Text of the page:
The most extraordinary thing I find about Spider-Man 2, is Raimi's ability to juggle great divergences in tone and mood so effortlessly.  It starts with the look and attitude of the film.  Unlike Christopher Nolan's  Batman films, which seem to be attempting to escape their comic book origins by becoming ever more dark and realistic, Raimi's Spider-Man is unapologetically bright and sunny, full of bold colors and fights in broad daylight.  The movie feels like a comic book, and it gets the simple sincerity and enthusiasm that made the original comics so popular and timeless--unlike so many other superhero movies which just come off cheesy, Spider-Man 2's sincerity and decency redeem it.  It doesn't mind offering idealistic speeches once in a while--"I believe there's a hero in all of us,"  "With great power comes great responsibility"--and it is capable of presenting these as simple, heartfelt truths without letting them come as corny, putting an ironic, cynical twist on them, or treating them with such intense seriousness that they become pretentious.  This is an increasingly rare quality in movies these days.  It is something that old masters like Frank Capra and John Ford made their careers on, but no one outside of perhaps Spielberg, and now Raimi, seems able to do today.

The film dances from scene to scene with effortless grace, moving from slapstick hilarity to deadpan subtlety in an instant, then on to intense action with a clear sense of danger, and desperately sad scenes that pack an emotional wallop, then instantly back to humor again without ever tripping over itself or not giving its emotional high points their due.  He even manages to fit in a scene of real terror that feels like something out of a horror movie, when Octavius's tentacles come alive and slaughter the roomful of doctors and nurses.  A big part of the credit for this ought to go to Tobey Maguire, who is perfect as the mild-mannered Peter Parker, a kid who can't catch a break.  He can play the deadpan stuff as straight as Buster Keaton--check him out in the elevator scene, where he complains about the suit chafing a bit too much--but he can also display such infectious enthusiasm we can't help but laugh with delight--see the "Raindrops Keep Fallin' on My Head" scene, a reference to another famous western.  He is cute and lovable and innocent, his tears are heartfelt and pathetic, yet he can shift in an instant to righteous anger and heroic action.  This is not an easy combination to pull off, but Maguire never falters, and Raimi shapes his film around that performance.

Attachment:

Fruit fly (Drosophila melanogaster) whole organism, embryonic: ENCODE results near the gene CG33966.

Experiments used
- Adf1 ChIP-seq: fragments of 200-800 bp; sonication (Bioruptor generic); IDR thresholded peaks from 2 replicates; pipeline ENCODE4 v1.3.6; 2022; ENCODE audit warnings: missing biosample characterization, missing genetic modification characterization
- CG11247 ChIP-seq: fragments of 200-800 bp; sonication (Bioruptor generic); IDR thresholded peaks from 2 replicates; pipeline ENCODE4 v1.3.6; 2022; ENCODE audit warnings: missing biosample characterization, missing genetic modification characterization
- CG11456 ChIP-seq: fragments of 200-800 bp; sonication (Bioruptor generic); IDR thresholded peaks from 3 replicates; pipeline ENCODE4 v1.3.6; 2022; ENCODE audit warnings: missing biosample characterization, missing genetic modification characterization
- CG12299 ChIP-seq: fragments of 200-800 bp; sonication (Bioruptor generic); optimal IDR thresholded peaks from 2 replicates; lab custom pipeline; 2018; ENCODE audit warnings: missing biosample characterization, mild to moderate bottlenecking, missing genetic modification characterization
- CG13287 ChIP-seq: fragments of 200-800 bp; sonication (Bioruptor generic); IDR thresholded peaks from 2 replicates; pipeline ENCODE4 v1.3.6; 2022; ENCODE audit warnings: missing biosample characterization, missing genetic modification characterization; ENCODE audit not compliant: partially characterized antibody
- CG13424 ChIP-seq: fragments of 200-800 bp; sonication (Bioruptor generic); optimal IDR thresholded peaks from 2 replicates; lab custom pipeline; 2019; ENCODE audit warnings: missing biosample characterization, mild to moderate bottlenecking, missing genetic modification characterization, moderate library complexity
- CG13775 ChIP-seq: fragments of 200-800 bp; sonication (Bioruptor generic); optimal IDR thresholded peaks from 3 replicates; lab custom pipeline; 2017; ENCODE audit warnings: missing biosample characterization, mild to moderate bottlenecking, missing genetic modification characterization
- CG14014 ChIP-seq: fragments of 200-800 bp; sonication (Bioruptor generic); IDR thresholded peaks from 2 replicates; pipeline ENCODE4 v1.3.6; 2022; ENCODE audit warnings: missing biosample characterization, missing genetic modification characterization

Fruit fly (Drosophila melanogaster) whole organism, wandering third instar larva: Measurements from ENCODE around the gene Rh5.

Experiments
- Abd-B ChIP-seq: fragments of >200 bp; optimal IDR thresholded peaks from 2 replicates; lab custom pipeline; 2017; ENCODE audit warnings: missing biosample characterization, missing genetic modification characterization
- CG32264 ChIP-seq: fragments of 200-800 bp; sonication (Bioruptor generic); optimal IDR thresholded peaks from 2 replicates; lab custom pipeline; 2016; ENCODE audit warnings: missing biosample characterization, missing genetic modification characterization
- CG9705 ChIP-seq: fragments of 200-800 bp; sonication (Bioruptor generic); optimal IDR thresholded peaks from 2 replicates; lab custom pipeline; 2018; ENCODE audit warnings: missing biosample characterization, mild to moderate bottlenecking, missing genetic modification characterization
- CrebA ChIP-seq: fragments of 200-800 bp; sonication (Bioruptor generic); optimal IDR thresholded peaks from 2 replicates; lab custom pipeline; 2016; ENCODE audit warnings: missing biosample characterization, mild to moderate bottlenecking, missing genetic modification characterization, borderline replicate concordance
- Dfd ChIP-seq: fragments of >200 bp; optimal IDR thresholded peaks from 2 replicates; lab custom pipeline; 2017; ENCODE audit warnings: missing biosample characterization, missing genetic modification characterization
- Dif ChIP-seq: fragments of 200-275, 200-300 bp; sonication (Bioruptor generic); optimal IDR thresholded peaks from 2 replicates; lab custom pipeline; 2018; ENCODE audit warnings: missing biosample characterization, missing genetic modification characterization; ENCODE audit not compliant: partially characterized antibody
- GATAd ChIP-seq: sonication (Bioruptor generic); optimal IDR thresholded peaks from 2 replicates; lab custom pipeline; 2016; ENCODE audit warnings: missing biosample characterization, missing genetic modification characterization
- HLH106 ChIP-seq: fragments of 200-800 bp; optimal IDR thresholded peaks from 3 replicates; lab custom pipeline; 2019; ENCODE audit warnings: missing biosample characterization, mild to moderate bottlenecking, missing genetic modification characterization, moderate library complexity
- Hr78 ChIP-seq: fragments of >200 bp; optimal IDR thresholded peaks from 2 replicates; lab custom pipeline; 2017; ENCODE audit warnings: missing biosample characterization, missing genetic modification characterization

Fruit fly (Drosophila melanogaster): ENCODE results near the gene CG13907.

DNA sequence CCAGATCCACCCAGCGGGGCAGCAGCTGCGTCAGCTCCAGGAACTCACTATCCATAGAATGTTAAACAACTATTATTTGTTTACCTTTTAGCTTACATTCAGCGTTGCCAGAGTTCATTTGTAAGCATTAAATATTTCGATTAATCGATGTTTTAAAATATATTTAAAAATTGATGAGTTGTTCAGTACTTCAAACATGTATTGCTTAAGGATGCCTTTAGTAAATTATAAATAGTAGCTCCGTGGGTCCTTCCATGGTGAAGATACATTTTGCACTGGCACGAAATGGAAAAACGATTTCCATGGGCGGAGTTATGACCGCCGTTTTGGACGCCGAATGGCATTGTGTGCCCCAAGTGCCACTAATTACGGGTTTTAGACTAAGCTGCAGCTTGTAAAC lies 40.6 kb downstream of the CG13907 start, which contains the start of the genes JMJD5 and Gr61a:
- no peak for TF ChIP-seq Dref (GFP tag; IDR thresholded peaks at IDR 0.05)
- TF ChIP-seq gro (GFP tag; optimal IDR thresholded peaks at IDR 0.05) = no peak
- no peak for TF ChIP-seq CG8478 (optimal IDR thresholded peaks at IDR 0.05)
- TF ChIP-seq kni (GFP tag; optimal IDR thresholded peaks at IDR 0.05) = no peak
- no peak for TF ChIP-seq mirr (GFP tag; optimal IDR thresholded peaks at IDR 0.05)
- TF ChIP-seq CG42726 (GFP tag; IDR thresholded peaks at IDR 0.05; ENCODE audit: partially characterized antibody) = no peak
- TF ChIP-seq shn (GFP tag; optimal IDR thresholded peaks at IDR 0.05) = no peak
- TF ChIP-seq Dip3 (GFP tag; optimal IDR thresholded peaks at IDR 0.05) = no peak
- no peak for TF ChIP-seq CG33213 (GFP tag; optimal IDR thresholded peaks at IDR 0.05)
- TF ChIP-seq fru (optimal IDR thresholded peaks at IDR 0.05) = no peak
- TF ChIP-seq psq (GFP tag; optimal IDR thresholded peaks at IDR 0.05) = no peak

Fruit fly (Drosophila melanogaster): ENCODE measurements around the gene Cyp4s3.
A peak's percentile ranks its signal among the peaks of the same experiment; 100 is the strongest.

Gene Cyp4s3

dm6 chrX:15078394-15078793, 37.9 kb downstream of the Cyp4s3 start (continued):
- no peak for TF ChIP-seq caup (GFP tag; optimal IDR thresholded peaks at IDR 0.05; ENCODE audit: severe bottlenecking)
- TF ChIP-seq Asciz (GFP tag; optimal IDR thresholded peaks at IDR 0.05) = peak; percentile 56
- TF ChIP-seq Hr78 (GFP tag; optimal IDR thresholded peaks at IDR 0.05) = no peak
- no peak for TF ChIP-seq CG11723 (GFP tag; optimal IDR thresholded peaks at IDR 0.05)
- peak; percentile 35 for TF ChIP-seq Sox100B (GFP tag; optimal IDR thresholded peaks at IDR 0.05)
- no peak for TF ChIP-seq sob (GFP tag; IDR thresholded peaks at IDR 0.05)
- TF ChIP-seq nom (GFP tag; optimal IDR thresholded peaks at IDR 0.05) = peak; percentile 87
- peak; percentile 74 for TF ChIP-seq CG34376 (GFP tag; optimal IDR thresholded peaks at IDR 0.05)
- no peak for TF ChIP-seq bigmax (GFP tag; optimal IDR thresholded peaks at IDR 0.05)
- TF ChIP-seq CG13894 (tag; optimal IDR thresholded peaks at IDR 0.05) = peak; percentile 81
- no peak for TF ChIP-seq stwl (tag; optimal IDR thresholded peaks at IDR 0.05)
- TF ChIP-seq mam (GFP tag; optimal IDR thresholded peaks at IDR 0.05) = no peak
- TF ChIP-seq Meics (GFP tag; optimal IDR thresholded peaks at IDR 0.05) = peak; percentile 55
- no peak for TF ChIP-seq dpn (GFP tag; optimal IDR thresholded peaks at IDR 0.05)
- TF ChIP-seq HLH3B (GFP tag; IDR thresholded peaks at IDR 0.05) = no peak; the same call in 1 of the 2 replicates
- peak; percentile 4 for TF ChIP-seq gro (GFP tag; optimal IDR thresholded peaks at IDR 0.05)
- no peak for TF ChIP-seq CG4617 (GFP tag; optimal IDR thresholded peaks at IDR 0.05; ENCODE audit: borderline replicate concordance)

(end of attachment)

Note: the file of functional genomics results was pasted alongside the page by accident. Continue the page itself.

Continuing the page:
Hearkening back to '80s style Spielberg and Robert Zemeckis, Raimi manages to ladle on the humor and fun and action without neglecting the weighty, iconic image.  He has a terrific sense of pacing which allows scenes to build at their own speed without ever feeling slow or boring, and lets the images tell the story.  Think of the shots of Spidey unconscious on the train, being carried along by the passengers--a shot that could easily have come off as pretentious or too much, by the way, but just avoids it--or the Doc Ock standing tall on the side of a building, daring Spider-Man to come after him, or the super-low angle shot of Peter's fist tightening as his anger builds and he determines to go after the Doc to rescue Mary Jane.  This is not a film that neglects the crowd-pleasing "epic" moments, its a film that knows how to balance the epic with the small to create something truly special.
So I'm finished, and I haven't even talked about what a great villain Alfred Molina makes, or how other supporting actors like J.K. Simmons, Kirsten Dunst, and James Franco are so important to the films success.  I haven't mentioned the film's terrific fight sequences, or the highly creative and intense way they are staged, despite being mostly in CG.  I suppose the best way to sum up my feelings about the is film is this:  This movie is the best example of why I love the superhero genre.  When done right, like here, it can be profoundly simple, yet heartfelt and honest, an all-American ideal of heroism and democracy.  This movie embodies more clearly than any other why the superhero is an American icon as enduring as the cowboy, and why the superhero film is the most dominant genre of this new century.